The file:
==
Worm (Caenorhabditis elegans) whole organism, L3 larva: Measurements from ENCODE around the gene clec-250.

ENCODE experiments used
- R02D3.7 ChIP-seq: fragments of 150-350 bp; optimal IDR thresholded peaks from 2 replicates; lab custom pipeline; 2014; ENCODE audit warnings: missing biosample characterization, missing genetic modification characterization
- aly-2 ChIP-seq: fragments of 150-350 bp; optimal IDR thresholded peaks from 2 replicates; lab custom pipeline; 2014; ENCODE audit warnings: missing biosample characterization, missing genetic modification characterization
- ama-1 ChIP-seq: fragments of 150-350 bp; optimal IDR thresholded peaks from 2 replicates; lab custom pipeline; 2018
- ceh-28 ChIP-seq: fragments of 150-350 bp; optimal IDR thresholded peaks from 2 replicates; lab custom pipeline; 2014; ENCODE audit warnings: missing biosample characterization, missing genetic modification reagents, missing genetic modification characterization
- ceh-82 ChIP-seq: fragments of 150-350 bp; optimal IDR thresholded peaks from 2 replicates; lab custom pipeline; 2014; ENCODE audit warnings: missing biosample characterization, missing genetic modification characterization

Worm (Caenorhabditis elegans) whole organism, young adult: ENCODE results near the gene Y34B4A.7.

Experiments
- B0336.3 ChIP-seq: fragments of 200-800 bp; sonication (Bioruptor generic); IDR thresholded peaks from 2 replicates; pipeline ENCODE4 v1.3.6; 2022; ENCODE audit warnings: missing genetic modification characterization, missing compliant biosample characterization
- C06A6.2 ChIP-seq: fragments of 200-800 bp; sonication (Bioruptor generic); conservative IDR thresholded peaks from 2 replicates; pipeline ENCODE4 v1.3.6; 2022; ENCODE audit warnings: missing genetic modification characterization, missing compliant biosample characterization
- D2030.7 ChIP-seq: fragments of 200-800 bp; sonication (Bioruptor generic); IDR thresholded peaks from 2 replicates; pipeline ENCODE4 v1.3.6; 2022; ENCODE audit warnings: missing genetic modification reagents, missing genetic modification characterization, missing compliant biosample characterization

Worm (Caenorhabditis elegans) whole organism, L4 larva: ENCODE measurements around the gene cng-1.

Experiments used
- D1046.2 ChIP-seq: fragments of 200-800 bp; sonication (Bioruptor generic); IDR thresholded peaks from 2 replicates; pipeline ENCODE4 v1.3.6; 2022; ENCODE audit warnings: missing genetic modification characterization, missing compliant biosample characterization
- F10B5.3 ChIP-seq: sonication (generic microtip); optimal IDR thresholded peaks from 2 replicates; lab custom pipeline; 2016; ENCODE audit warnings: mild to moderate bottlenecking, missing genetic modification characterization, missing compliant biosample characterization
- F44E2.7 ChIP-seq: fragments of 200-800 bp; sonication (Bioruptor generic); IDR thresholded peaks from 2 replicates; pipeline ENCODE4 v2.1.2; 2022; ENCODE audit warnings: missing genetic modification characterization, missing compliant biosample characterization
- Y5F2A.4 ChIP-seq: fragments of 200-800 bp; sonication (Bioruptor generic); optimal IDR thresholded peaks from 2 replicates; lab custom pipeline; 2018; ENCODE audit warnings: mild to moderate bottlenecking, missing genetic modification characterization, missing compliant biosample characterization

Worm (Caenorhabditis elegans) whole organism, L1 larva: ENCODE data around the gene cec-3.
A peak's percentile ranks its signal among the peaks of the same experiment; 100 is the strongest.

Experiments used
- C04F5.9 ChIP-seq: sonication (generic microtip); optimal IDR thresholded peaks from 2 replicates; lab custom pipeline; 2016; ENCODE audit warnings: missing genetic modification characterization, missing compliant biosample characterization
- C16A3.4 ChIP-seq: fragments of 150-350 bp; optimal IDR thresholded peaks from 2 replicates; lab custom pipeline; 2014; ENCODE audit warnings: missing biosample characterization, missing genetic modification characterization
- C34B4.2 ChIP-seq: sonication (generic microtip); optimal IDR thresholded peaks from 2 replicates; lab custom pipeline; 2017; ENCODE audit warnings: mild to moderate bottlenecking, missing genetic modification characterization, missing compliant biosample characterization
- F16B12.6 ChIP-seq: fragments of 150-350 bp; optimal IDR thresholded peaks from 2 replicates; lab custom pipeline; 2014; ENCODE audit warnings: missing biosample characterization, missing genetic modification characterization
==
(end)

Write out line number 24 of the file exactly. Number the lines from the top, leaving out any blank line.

- C34B4.2 ChIP-seq: sonication (generic microtip); optimal IDR thresholded peaks from 2 replicates; lab custom pipeline; 2017; ENCODE audit warnings: mild to moderate bottlenecking, missing genetic modification characterization, missing compliant biosample characterization